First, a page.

1. Or even better while we’re still being rotated in our growing vats. 24 times per day, six days per week, ages one month to 10 years.

  16. I was so busy trying to read the entire US code that I didn’t have time to read the article.

    How many rabbits did the swat team have to euthanize after raiding the farm in order to protect the rabbits from cruelty?

  17. Yes, really: Government regulators are spending public money going after magic bunnies.

    If they are pulling in $90,000 its a profitable use of the governments monopoly on force.

  18. hey, the family should consider themselves lucky that they didn’t get raided by a swat team. Y’know, in case the bunnies decided to get aggressive.

    1. I call strawman. The issue at play was not the agression of the bunnies but that the family had a known history of eating their bunnies. Since the bunnies were evidence in an ongoing investigation, this should have raised concerns that they were destroying evidence. Thus not only should SWAT have been called but any subsequent raid was constitutional even with the lack of a warrant or any further evidence of wrong doing.

  19. Yes, really: Government regulators are spending public money going after magic bunnies. This is why “bureaucrats” is a dirty word.

    Those bunnies should, what, form a union and withhold the means of production from the magicians? Vote for a pro-bunny candidate? Government should get out and let the bunnies self-regulate? It’s an at-will voluntary work situation and they should quit and get another job if they don’t like being a stage prop?

    Don’t get me wrong, I don’t think stage bunnies are being tortured–but that’s not the worst example we could possibly come up with by any stretch of the imagination. Let’s pretend that someone had made a bunny-launching catapult and website. Is that impossible to believe?

    I know in the case where there’s a commercial aspect involved, I understand the theoretical solution is to let the market determine if it’s okay to have dog-fighting rings or bear-baiting or exploding dolphin shows or kangaroo fight club or sheep whorehouses or whatever you can dream up.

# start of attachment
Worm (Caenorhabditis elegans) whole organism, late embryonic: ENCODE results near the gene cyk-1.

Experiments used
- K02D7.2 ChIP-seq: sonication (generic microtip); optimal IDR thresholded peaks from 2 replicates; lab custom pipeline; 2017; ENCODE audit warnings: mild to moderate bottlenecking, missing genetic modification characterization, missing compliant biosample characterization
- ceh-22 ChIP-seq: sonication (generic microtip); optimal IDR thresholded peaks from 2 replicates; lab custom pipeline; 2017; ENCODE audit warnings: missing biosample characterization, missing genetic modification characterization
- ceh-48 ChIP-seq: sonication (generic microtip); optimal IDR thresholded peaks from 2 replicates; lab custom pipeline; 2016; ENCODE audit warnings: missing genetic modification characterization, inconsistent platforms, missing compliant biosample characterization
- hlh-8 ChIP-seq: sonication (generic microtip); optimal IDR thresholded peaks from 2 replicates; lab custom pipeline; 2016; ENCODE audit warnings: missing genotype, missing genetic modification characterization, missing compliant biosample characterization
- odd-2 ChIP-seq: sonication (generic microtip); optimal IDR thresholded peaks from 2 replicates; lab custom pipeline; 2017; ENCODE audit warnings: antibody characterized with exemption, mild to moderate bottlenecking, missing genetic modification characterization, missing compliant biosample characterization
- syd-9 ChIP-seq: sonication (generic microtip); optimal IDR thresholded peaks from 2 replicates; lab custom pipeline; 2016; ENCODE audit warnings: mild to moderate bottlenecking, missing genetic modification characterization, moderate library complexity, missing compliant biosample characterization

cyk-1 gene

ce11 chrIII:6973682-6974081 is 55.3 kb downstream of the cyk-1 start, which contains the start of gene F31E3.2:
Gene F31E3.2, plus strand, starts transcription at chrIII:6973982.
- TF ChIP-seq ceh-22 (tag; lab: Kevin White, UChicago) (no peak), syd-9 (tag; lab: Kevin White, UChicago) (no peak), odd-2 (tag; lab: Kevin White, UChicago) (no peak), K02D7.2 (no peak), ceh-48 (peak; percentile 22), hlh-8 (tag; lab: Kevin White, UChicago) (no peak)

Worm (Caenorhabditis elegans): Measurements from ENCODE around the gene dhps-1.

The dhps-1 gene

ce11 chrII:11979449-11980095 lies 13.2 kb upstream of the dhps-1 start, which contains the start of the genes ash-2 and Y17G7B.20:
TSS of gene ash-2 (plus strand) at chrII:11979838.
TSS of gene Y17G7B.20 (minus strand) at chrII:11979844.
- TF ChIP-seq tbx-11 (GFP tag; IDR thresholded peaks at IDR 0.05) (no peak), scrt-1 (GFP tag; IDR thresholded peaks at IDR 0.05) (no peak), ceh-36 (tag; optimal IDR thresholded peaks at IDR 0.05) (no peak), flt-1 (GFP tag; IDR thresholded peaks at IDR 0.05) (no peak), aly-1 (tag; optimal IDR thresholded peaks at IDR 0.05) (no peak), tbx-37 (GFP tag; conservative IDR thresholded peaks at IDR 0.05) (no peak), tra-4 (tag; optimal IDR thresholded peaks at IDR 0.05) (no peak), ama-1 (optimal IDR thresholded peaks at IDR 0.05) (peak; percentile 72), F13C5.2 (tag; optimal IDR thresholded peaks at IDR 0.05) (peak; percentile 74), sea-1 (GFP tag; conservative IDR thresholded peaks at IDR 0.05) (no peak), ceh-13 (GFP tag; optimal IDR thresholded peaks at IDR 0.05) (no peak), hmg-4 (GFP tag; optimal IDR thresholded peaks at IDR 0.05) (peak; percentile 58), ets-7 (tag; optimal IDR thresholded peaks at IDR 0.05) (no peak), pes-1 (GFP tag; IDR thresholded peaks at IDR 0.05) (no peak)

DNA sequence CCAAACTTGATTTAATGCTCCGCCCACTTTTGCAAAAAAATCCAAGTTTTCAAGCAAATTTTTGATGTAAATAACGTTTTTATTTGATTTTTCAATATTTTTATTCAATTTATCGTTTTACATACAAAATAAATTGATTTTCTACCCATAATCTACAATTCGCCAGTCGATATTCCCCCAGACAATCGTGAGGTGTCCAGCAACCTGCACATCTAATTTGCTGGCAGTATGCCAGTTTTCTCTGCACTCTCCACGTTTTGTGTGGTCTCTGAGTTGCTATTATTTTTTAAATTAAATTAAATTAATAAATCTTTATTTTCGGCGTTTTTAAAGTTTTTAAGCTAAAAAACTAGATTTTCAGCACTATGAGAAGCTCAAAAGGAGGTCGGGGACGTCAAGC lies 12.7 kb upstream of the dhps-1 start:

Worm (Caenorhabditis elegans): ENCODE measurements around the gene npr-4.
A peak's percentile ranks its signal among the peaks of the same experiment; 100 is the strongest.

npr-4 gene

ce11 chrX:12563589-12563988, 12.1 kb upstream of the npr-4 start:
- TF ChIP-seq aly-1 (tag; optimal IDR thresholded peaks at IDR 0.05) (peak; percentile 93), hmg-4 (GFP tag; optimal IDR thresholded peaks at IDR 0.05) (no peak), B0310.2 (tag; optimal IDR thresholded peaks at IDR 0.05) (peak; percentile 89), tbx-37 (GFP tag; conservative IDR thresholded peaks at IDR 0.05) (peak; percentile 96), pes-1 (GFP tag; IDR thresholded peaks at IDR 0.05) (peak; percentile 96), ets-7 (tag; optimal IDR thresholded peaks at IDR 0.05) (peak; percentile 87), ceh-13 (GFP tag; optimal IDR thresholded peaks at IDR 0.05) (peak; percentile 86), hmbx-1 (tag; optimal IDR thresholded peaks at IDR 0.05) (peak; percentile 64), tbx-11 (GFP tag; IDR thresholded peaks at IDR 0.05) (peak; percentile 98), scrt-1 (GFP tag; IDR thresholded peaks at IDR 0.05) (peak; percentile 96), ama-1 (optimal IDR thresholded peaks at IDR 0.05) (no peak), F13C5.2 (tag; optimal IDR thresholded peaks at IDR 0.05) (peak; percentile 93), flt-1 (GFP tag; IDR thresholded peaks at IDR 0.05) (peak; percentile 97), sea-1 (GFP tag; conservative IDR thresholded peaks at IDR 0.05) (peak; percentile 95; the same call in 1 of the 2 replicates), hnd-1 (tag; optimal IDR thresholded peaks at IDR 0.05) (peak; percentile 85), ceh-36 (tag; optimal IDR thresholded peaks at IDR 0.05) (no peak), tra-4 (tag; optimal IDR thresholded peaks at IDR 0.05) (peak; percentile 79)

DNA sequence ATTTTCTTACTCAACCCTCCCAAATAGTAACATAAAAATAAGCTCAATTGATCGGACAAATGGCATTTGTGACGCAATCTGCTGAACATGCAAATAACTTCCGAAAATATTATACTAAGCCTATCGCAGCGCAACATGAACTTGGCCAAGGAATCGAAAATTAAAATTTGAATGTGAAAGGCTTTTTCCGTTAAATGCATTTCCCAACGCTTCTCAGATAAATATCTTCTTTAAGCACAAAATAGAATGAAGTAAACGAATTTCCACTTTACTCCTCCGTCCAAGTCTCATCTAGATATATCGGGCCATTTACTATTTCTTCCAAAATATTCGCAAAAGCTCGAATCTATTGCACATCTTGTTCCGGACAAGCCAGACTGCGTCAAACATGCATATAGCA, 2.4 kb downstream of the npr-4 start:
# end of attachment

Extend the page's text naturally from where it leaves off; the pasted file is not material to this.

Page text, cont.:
The problem is, it’s so cheap to raise certain animals, it’s almost impossible to make it cost-prohibitive. If I want to raise a given animal, torture it, then eat it (and skin it, etc.)–chances are it paid for itself. [Even more so, depending on how much I value my torture/entertainment.]

    I’m an anarchist, but this is one of the things I have the most trouble rationalizing:
    How would an animal (or the environment in general) be protected in a stateless society?
    Would I have standing to take my neighbor (or whoever) to a private court over his mistreatment of an animal he owns and I don’t? That’s pretty hard to rationalize in a world where property rights are 10/10ths of the law.

    1. Again, I don’t think being a magician’s bunny is a bad gig, at all.

      And I don’t want the fucking SWAT staging no-knock raids on the Dollarhite household. In fact, I really don’t want the government doing anything.

      What I’m asking, in an earnest political-philosophical dialog, is that if the state doesn’t protect animals from torture, who will? Especially animals which are not subject to the invisible hand, i.e., pets or “personal use” animals.

      I can’t imagine that anyone is going to argue that they can protect themselves, which is the standard (and essentially correct) argument when it comes to humans.

      1. Who will? Eco-terrorists that’s who.

  20. But you promised I’d get to tend to the rabbits, George!

  21. WHAT is it going to take to defang government thugs? They seem immune to reason.

  22. This may seem ludicrous, but thank God someone finally cares enough to uphold animal cruelty laws. Honestly, as silly as it seems, it’s a step in the right direction. And, I honestly doubt these people will be required to actually pay. But some fine, for the exploitation of these animals, would be fair.

  23. USDA had done a good move by bringing up the fine to keep thing back inline.
    http://www.marshallspetzone.com/